The Conversation: Hiroshi Sugimoto-Daniel Libeskind
Highlights from a discussion between the artist Hiroshi Sugimoto, featured artist in the History of History exhibition, and Daniel Libeskind, architect of the Michael Lee-Chin Crystal.
Where Have We Been? Tracing Family through a Timeline of National History
This lesson plan introduces students to examples of how wars and technological developments have impacted the movement of people throughout United States and world history. Students will learn about the effects of political, technological, and geographical issues on the population of one North Carolina community. Listening to oral histories by North Carolinians, students will hear first hand accounts about the impact of wars and road building on Madison County. Using a timeline depicting events
Disability Studies for Teachers
This document introduces the field and resources of Diability Studies for interested teachers.Disability Studies for Teachers is a web-based resource for teachers who want to introduce students in social studies, history, literature, and related subjects in grades 6-12 to disability studies and disability history. Resources on this site also can be adapted for use in postsecondary education. The project prepares lesson plans, essays, and teaching materials. It also draws on and contains links to
Lesson 14: Pronunciation of 'r' sounds, Good Tippers 'The Politics of Memory' Dr Daniel Branch 'The Army of the Unknown Soilders. War and Memorial Culture in 20th c. Europe' Dr Christoph Mick American Women's Dime Novel Project Object of History Greek American Experiences Between Two Cultures DoHistory
Dr Daniel Branch from The Department of History, University of Warwick, presents 'The Politics of Memory' as part of the symposium
Dr Christoph Mick from The Department of History at University of Warwick, presents 'The Army of the Unknown Soilders. War and Memorial Culture in 20th c. Europe' as part of the symposium.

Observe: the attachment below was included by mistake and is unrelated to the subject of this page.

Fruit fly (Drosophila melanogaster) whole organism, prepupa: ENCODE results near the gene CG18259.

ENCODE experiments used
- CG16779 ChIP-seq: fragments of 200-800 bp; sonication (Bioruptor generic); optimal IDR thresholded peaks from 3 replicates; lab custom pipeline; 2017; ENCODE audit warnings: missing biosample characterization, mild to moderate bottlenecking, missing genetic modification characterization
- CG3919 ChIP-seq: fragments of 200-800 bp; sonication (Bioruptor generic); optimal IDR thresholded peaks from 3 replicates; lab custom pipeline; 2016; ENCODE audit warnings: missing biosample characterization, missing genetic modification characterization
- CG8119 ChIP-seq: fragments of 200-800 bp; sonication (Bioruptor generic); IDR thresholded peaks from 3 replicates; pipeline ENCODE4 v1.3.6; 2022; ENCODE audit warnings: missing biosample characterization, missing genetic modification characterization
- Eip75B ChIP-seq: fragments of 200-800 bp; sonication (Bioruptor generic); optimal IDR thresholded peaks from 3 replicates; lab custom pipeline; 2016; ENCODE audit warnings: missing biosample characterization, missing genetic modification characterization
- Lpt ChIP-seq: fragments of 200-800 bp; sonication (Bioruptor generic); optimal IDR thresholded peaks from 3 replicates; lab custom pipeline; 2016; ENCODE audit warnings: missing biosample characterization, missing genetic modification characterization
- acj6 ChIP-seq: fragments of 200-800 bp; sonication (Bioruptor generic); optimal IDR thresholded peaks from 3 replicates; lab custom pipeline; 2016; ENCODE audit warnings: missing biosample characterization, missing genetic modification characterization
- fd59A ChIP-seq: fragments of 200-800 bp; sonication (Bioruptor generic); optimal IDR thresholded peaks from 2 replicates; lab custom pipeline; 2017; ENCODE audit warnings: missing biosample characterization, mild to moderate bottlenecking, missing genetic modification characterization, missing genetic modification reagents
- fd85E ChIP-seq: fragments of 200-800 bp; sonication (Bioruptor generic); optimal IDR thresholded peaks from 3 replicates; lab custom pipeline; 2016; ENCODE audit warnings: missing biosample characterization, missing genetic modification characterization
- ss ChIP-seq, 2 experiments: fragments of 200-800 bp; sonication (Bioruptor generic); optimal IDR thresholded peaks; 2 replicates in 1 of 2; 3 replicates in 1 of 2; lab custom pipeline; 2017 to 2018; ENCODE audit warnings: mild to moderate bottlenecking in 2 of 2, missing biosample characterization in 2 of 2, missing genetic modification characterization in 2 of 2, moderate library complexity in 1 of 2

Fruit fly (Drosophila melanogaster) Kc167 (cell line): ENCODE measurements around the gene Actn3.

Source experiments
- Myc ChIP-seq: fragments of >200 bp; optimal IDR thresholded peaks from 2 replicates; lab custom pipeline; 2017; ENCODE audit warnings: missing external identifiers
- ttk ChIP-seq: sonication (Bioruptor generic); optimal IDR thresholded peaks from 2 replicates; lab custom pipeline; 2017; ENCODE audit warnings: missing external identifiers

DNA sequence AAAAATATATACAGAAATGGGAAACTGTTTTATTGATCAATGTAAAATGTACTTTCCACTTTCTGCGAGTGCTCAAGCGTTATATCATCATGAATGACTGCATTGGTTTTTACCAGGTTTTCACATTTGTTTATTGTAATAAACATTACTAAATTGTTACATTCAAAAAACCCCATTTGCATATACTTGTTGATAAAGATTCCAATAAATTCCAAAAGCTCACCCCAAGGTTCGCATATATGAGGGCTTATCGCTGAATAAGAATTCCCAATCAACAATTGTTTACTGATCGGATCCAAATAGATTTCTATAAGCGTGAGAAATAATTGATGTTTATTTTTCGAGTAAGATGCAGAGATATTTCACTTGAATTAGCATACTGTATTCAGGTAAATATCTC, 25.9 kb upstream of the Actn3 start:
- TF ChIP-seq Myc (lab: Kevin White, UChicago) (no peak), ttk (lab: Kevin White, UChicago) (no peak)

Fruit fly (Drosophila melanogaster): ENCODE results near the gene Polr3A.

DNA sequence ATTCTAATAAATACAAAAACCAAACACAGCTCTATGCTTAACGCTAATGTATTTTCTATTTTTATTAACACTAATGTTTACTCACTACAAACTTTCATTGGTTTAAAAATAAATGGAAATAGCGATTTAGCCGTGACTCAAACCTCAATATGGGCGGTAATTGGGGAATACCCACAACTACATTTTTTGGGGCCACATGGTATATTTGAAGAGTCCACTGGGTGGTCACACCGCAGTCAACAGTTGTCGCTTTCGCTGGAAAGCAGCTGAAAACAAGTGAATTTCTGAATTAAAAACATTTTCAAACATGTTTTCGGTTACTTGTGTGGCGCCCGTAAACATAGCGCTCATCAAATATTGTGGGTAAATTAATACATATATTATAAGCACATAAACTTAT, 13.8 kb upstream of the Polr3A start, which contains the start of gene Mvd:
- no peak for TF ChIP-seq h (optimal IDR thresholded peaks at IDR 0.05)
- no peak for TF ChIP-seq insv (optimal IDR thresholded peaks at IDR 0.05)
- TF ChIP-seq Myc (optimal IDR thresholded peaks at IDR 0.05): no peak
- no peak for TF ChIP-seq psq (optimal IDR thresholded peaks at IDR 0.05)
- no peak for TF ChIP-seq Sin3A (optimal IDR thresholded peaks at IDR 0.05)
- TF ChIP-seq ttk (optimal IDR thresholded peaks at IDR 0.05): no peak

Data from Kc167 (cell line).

Dime novels written by women were once enormously popular with their readers, but the genre has been neglected for most of its history by scholars, collectors, and libraries. The genre suffers from the double burden of being both popular and written for working-class women. This project hopes to overcome the history of oversight to both the form and its readers by providing information about the novels themselves, the authors, the readers, and nineteenth century public reaction. This site is a
The Object of History is a cooperative project between the Smithsonian’s National Museum of American History and George Mason University’s Center for History and New Media. The project was conceived of in an effort to find a low cost way for students and teacher of U.S. History to have access to the museum’s collections and the expertise of the curators. As a result the materials on the site are designed to improve students’ content knowledge of standard topics in U.S. History and to imp
Greek American Experiences Between Two Cultures is an online oral history project that provides an opportunity for Greek Americans to record and access stories, anecdotes and personal histories via the world wide web. Through the modern technology of the internet, it is possible for site visitors to both post stories about their families' experiences as Greek Americans and to read about the experiences of others. Thus, the site serves as a unique and freely accessible archive of oral histories f
This site invites you to explore the process of piecing together the lives of ordinary people in the past. It is an experimental, interactive case study based on the research that went into the book and film A Midwife’s Tale, both based upon the remarkable diary of 18th-century midwife/healer Martha Ballard. Although DoHistory is centered on the life of Martha Ballard, you can learn basic skills and techniques for interpreting fragments that survive from any period in history.
'The Politics of Memory' Dr Daniel Branch
'The Army of the Unknown Soilders. War and Memorial Culture in 20th c. Europe' Dr Christoph Mick
American Women's Dime Novel Project
Object of History
Greek American Experiences Between Two Cultures